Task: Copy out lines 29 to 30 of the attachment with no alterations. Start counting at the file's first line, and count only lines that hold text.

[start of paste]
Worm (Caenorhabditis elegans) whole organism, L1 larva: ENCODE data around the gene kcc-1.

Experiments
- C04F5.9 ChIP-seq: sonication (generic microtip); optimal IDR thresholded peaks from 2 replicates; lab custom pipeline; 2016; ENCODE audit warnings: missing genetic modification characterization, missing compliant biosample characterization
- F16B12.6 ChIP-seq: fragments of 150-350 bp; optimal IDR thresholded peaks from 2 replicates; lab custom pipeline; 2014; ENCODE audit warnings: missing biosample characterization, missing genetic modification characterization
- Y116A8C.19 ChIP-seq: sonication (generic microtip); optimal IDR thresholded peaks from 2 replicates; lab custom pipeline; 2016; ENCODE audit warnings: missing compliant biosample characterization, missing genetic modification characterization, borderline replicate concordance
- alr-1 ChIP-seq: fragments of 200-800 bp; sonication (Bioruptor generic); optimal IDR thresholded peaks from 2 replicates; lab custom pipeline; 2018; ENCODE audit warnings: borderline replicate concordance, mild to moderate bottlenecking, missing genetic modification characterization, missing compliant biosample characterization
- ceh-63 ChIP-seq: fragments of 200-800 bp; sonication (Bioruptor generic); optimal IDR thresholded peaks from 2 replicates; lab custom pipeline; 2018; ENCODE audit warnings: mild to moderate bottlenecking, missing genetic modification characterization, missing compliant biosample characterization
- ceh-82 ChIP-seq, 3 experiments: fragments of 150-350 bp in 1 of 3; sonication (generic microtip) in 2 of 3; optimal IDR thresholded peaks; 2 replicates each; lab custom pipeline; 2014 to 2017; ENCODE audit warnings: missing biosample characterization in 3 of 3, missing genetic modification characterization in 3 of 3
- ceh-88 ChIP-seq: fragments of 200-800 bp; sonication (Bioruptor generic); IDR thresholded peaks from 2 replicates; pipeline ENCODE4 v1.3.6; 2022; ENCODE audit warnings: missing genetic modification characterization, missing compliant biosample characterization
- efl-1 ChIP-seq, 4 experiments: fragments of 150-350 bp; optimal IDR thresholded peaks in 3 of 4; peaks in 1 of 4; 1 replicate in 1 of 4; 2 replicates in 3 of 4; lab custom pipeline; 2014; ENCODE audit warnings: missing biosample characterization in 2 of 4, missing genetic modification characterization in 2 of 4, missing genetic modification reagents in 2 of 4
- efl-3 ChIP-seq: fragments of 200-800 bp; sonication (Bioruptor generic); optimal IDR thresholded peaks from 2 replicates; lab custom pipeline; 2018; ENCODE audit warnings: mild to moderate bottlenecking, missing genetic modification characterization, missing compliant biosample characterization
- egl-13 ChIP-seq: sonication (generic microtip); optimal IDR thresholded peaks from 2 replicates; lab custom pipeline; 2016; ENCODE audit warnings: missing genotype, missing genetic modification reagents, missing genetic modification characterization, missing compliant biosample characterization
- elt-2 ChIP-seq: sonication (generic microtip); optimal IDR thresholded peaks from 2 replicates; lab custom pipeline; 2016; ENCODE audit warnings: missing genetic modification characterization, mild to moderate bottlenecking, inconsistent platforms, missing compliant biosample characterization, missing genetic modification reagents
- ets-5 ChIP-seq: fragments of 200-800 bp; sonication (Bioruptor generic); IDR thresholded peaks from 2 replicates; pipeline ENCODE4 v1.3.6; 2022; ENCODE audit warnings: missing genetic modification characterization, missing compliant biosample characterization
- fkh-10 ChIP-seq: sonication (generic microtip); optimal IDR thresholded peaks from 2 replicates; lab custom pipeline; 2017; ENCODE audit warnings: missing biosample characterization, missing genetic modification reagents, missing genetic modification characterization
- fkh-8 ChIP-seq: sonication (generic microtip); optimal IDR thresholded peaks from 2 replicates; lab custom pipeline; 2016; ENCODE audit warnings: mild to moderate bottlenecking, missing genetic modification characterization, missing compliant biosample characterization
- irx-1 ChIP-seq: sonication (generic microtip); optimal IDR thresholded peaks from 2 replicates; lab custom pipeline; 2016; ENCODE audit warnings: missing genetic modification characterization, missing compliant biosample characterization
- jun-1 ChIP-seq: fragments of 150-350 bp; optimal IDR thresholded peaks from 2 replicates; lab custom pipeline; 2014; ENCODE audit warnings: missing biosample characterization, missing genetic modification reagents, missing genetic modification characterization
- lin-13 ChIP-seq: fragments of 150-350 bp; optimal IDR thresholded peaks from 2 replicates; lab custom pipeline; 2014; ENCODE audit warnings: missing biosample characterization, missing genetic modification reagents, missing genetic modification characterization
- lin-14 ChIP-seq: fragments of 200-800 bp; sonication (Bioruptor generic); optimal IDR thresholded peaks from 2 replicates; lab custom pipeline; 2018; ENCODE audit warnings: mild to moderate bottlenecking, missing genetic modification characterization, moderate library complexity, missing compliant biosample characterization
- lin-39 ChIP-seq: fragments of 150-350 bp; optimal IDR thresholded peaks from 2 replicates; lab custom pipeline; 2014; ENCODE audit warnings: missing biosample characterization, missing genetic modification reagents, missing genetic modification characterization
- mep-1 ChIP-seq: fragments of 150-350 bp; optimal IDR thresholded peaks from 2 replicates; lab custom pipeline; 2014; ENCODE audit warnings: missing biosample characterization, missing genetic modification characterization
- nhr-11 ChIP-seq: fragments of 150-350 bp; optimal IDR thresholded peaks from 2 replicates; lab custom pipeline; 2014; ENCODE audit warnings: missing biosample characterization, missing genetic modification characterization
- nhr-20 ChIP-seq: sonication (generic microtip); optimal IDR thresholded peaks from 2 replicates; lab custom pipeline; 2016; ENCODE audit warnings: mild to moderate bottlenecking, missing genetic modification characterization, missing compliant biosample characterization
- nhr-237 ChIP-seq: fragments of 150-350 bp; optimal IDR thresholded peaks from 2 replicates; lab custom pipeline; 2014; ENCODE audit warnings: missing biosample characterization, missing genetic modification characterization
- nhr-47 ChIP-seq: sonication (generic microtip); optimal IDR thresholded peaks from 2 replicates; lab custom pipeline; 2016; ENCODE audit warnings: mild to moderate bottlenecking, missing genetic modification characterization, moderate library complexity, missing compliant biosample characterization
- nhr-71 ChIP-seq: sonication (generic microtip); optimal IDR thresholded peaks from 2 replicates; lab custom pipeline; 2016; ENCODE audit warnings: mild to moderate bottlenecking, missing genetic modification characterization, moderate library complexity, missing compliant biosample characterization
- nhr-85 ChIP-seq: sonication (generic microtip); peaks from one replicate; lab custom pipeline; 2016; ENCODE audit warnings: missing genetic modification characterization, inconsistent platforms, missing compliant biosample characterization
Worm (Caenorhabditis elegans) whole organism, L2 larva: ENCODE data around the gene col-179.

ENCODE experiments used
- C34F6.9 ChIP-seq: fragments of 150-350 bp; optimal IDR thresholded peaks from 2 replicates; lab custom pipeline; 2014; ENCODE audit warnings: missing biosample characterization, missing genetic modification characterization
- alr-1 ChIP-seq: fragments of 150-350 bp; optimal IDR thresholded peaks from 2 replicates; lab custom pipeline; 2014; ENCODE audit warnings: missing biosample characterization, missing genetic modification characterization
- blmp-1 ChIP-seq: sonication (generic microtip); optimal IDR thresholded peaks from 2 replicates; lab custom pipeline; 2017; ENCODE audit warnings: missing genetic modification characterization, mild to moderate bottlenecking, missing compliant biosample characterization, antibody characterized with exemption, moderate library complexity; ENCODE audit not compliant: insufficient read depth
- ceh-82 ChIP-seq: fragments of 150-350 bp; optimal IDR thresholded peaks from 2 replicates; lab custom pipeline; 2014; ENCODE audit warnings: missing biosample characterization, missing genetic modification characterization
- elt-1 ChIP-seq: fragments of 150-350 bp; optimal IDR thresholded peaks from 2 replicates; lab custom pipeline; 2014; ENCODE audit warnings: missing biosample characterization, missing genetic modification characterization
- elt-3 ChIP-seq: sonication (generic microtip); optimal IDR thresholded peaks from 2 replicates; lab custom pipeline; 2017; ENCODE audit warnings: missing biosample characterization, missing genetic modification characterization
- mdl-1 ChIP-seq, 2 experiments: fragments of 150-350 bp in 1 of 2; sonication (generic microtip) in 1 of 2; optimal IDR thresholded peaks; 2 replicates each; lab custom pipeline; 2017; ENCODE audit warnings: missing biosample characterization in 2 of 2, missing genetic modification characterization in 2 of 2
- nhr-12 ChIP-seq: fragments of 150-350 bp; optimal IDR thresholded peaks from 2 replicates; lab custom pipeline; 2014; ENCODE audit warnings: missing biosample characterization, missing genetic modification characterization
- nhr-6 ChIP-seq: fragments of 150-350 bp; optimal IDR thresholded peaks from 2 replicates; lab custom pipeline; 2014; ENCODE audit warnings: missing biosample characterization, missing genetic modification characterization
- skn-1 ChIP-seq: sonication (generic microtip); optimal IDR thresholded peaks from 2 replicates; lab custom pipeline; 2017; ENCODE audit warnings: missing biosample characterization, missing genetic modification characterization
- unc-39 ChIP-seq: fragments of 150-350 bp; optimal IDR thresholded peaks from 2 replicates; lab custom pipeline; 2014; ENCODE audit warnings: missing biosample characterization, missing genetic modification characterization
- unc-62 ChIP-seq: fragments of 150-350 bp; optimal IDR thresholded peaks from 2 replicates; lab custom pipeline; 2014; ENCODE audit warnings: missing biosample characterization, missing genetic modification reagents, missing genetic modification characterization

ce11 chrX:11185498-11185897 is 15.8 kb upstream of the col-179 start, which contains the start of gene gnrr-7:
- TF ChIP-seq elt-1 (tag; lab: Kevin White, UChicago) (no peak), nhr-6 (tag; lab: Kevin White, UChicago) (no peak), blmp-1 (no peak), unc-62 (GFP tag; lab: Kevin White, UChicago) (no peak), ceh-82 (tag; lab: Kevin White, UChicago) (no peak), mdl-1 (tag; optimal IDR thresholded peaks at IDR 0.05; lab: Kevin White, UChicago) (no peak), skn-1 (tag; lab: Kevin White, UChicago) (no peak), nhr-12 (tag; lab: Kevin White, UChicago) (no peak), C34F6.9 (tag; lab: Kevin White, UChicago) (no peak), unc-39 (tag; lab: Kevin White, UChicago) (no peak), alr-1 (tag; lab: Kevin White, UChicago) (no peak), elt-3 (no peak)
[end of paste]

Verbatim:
Worm (Caenorhabditis elegans) whole organism, L2 larva: ENCODE data around the gene col-179.

ENCODE experiments used